Patient selection is key to any intervention trial. It’s important that we test in a population that might be able to benefit. This can be complex in cardiac arrest trials as there are obviously many pre-existing or circumstantial factors that can influence the possibility of success. Patients in this trial were considered to be in refractory arrest if their arrest had lasted more than 15 minutes. They included patients aged 17-70. Those patients with severe pre-existing comorbidities (such as severe heart failure, advanced cancer etc.) were excluded. This is a broader group of patients than in other studies/practice (particularly in regard to age).
Tell me about the intervention.
If a patient was deemed eligible they were transported to one of 10 cardiothoracic centres where ECPR was instituted on arrival. Extracorporeal CPR was performed with the use of Cardiohelp System and HLS Set Advanced 7.0 and 5.0 (Getinge). Post resus care was delivered according to local standard procedures.
The key point here is that ECPR was established in hospital and not in the out of hospital setting. This is the same as in the ARREST trial, but different to the French SAMU model where ECPR is commenced at scene. Clearly these two different options result in significant differences in the time to establishing ECPR, and likely differential effectiveness. This trial also included patients with >60mins prior to ECPR initiation which is longer than in other systems.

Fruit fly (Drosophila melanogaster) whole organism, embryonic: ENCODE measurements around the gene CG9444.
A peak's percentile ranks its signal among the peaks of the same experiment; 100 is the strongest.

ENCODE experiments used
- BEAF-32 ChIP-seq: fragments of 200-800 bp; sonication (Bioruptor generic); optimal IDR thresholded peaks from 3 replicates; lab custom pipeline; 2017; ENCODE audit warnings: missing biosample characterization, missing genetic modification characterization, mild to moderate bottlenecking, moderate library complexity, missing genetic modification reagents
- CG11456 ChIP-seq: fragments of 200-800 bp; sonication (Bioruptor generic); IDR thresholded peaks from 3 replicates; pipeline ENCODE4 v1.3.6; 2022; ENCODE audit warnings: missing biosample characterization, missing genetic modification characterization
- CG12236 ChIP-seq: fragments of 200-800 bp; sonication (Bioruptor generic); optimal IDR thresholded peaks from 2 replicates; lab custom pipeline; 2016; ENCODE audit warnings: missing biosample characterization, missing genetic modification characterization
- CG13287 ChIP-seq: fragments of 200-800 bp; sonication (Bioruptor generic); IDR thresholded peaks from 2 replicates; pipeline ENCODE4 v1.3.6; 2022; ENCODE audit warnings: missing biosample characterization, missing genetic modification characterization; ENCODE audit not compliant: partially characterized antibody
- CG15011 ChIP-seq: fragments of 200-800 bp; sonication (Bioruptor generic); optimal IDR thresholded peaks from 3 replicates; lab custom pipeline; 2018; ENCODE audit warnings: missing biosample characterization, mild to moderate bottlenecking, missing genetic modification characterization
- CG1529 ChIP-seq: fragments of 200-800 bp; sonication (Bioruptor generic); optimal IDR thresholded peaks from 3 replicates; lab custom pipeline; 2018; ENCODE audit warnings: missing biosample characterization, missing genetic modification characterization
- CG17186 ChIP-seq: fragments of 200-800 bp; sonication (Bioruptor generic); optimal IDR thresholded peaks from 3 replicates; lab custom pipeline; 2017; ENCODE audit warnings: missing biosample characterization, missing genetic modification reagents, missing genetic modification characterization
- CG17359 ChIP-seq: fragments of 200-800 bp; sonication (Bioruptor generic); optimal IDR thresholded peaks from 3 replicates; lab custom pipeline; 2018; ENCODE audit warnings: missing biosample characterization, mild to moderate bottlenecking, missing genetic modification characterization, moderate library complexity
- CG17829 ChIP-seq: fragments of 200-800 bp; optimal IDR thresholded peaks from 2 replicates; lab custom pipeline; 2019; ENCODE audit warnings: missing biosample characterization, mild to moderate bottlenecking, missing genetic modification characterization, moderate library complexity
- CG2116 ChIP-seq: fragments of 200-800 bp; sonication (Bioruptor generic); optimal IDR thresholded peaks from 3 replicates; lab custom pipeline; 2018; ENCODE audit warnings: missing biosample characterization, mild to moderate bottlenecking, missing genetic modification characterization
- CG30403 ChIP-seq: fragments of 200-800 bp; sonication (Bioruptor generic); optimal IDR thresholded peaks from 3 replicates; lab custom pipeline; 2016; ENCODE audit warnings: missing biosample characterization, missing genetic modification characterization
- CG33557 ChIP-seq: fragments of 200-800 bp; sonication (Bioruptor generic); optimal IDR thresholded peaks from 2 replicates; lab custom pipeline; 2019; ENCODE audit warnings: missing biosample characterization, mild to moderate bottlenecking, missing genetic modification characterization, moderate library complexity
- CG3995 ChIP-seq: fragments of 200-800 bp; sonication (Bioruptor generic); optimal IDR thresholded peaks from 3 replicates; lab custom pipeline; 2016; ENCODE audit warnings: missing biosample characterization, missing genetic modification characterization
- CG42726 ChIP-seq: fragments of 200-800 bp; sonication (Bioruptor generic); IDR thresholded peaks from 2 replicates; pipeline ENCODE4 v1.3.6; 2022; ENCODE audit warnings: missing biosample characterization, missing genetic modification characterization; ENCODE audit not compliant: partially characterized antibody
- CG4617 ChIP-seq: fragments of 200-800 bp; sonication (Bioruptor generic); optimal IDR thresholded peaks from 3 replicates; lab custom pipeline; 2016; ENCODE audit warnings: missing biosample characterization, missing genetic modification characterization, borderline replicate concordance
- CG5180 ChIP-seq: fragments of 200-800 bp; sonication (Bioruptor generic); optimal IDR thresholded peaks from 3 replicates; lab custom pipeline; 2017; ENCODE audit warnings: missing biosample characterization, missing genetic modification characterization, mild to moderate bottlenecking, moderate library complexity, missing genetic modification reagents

What about the outcomes?
The main outcome of the trial was survival with favourable neurological outcome at 30 days.
What about the results?
They enrolled 160 patients in the trial, but with exclusions this fell to 70 in the ECPR group and 64 in the conventional treatment group. The patients were reasonably similar in terms of baseline characteristics and time to hospital.
Cannulation was achieved in 46 of the patients randomised to the ECPR group (the 70 patients). Cannulation took an average of 20 minutes.
At the end point of this trial, 14/70 (20%) of the ECPR group had a favourable outcome as compared to 10/62 (16%) in the conventional group. This was not statistically significant (p=0.52), but the precision of this result is low with an Odds Ratio of 1.4 (0.5–3.5).
At three months the results were 12/68 (18%) vs. 9/63 (14%)
At six months the results were 14/70 (20% vs. 10/63 (16%)
So what does this trial tell us?
At face value this trial indicates that the anticipated improvement in outcomes did not occur, and some might say that this is a reason not to pursue ECPR. However, we should always be sceptical when looking at trials and there are a number of issues raised in the paper and on review that are worthy of thought (many described by the authors themselves in the discussion section).